Reporting using the interim indicator was challenging for reasons including unreliable data and the absence of a system to validate self-reported domestic commitments. To address these challenges, the Strategy Committee proposed a final indicator for this KPI to the Board, which will leverage Global AIDS Monitoring—the Joint United Nations Programme on HIV/AIDS tool for reporting on domestic HIV expenditure. Moving forward, the Global Fund will obtain data to measure this KPI from Global AIDS Monitoring.
KPI 12: Availability of affordable health technologies
This KPI measures how well the Global Fund is performing on market-shaping, which is the efficient procurement of quality health products while ensuring sustainable supply at affordable prices. It is disaggregated into two areas: continuous supply of health products and affordability of health technologies. The Global Fund met the target for the affordability of health technologies. However, the target for continuous supply of health products was not met. This indicator is measured as more than three suppliers meeting the Global Fund Quality Assurance Policy requirements for all World Health Organization-recommended first- and second-line health products for HIV and malaria. Less than three suppliers met the quality assurance requirements for five of the 17 health products, or 29% of the total.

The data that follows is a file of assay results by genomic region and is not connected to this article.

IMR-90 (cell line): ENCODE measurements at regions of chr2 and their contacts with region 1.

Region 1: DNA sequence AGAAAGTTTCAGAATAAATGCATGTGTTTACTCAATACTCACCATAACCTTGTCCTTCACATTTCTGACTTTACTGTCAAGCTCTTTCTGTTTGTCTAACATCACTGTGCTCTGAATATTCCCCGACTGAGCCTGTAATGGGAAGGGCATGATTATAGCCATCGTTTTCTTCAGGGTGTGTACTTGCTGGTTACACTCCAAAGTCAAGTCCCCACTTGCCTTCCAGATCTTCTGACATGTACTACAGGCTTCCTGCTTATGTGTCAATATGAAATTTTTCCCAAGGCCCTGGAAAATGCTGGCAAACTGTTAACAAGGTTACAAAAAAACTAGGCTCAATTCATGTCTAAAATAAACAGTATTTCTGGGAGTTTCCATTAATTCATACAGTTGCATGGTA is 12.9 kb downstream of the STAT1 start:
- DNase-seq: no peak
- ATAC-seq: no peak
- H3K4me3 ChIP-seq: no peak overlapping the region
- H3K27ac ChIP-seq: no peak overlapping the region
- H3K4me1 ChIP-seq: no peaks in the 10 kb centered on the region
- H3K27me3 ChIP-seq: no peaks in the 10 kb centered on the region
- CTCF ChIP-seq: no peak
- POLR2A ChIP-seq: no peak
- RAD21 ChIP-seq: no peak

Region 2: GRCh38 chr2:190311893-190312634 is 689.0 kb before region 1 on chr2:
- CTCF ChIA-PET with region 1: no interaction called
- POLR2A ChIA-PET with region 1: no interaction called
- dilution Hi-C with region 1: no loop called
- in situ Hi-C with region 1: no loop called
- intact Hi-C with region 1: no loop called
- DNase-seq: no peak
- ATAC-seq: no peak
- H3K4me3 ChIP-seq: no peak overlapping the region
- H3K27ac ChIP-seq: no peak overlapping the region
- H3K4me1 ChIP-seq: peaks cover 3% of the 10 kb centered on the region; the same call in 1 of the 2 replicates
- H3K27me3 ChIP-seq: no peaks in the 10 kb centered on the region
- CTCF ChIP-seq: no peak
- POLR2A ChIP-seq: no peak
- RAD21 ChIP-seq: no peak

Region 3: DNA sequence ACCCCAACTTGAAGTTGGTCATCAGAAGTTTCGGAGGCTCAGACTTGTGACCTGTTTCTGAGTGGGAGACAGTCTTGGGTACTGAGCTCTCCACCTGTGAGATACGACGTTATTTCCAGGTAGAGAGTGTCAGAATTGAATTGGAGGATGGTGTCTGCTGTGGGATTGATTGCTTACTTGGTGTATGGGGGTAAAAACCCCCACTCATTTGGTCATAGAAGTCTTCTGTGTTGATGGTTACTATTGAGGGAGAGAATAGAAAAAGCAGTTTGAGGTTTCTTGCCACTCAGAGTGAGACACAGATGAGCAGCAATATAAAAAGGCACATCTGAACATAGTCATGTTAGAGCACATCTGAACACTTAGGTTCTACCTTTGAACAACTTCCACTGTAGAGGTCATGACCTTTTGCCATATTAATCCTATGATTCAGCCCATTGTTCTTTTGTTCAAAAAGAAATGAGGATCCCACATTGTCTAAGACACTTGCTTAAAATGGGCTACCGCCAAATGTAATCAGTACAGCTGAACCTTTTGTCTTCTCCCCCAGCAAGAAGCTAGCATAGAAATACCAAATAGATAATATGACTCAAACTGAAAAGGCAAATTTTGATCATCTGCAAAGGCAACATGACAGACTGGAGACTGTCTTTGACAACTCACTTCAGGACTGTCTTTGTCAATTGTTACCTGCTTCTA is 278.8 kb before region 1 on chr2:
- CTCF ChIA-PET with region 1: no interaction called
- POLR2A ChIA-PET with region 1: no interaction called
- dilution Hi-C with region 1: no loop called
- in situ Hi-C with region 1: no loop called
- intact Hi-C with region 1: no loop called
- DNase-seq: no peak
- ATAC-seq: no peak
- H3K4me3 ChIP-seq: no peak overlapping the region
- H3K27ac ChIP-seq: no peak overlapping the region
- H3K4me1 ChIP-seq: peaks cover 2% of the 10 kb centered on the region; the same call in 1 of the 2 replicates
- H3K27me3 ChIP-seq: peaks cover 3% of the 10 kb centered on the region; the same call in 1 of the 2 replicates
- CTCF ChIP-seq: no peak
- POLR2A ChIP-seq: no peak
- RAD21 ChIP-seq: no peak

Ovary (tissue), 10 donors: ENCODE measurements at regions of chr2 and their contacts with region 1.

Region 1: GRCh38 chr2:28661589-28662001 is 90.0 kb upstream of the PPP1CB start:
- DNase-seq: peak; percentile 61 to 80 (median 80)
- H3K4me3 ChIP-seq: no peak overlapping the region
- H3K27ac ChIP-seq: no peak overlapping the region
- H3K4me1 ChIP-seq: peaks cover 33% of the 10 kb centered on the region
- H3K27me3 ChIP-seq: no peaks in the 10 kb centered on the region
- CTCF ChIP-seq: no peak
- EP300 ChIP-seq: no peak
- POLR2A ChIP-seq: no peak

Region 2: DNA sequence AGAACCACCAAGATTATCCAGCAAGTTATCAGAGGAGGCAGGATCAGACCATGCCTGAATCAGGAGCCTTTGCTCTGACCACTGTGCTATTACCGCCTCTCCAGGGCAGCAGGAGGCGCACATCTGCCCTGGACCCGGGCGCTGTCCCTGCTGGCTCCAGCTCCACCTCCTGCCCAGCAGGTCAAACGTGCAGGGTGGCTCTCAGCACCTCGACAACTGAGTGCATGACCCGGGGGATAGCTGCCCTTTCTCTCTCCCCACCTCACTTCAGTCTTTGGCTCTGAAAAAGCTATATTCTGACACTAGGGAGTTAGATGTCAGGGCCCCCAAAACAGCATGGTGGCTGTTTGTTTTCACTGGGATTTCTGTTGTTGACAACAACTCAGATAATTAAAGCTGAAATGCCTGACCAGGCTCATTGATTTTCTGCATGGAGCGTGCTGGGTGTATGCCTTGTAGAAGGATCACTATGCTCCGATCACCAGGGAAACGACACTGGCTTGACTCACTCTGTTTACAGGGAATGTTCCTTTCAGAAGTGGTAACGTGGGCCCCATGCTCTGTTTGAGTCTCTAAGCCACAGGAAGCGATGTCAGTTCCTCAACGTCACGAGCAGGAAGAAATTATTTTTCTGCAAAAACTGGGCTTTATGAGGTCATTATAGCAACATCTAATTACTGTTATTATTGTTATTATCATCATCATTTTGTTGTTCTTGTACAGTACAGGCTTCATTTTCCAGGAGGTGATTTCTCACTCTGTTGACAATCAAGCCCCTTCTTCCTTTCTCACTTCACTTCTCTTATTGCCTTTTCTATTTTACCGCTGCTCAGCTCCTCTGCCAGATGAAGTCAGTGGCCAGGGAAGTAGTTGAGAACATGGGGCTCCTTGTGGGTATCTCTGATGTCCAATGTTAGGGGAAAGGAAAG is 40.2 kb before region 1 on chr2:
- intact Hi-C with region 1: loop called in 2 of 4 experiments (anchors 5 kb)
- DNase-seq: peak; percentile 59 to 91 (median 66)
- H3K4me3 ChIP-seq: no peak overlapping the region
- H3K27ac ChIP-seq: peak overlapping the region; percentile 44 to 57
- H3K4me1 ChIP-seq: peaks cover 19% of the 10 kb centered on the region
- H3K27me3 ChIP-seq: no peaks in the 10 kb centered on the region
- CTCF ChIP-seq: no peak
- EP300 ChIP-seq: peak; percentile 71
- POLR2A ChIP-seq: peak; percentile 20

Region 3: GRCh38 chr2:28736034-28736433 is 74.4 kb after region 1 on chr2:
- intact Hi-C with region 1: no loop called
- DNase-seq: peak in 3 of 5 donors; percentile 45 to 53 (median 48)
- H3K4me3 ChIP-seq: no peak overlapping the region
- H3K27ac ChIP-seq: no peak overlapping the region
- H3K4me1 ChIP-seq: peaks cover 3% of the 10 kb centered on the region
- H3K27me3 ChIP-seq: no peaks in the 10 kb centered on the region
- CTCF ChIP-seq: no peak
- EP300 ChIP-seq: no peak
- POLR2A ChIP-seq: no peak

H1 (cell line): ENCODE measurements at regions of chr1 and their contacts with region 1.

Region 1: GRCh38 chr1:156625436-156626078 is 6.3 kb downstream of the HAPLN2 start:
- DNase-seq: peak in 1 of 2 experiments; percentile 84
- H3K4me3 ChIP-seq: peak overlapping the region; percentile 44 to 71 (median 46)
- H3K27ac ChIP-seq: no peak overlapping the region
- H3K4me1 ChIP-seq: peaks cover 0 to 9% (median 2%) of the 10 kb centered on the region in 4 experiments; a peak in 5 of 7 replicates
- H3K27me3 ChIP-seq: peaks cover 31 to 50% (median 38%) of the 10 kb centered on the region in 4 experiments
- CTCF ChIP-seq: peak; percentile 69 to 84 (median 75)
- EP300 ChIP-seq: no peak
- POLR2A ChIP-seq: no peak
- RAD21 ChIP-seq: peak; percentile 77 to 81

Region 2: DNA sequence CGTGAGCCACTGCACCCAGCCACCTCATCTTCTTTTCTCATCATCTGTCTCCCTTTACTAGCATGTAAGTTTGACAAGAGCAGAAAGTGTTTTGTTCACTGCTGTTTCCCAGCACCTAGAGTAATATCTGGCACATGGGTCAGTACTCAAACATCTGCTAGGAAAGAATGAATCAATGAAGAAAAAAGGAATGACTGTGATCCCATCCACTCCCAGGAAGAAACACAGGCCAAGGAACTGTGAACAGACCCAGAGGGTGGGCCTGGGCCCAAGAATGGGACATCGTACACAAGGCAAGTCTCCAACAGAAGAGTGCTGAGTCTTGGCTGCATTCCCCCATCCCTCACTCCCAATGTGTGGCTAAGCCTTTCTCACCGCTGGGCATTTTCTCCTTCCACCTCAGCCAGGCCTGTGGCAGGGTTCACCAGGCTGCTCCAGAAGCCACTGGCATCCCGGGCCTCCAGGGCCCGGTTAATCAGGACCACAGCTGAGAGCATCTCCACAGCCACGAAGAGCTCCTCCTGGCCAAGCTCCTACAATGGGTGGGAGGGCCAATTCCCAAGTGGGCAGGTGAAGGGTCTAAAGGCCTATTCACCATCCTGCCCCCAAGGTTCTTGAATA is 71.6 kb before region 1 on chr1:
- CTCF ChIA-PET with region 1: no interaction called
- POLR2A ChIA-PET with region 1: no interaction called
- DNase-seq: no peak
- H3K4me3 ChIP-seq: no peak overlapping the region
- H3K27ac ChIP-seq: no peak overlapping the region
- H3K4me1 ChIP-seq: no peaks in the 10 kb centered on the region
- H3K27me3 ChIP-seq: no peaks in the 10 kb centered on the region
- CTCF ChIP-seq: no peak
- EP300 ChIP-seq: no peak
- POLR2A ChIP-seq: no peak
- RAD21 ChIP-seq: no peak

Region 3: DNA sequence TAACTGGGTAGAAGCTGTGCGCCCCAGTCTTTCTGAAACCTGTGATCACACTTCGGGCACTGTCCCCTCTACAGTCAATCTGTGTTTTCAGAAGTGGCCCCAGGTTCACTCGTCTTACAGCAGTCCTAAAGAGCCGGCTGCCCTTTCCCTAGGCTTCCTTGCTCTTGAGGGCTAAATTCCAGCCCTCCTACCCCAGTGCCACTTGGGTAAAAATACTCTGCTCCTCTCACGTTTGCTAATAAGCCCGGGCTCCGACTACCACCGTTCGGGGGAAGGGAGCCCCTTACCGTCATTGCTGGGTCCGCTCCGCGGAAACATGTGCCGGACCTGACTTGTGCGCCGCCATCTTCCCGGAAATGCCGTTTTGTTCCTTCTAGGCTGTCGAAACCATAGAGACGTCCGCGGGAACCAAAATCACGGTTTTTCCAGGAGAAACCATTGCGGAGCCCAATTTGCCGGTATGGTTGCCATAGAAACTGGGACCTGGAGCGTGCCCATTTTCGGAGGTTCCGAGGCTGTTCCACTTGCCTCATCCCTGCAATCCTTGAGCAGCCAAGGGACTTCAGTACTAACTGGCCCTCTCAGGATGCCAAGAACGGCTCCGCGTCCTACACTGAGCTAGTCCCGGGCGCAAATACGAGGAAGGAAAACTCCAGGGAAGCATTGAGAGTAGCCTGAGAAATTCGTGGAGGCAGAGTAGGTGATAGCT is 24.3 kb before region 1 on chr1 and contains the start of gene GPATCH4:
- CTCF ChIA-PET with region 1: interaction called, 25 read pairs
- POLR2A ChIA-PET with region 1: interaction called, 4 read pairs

A consistent underperformance on this KPI, caused by a low volume of demand for some health products, necessitated the Global Fund Board to revise the target in October 2019. In the revised target, which will apply in 2020, health products will be divided into two categories: high-volume products, such as all first-line adult antiretroviral drugs, and low-volume products, such as all pediatric antiretroviral drugs. The revised target specifies that 90% of low-volume and high-volume health products have more than one and more than three suppliers, respectively, meeting quality assurance requirements. All low-volume and 89% of high-volume health products met these revised target requirements in 2019.
Board Document GF-B43-10, Strategic Performance Report, will be available shortly at https://www.theglobalfund.org/en/board/meetings/43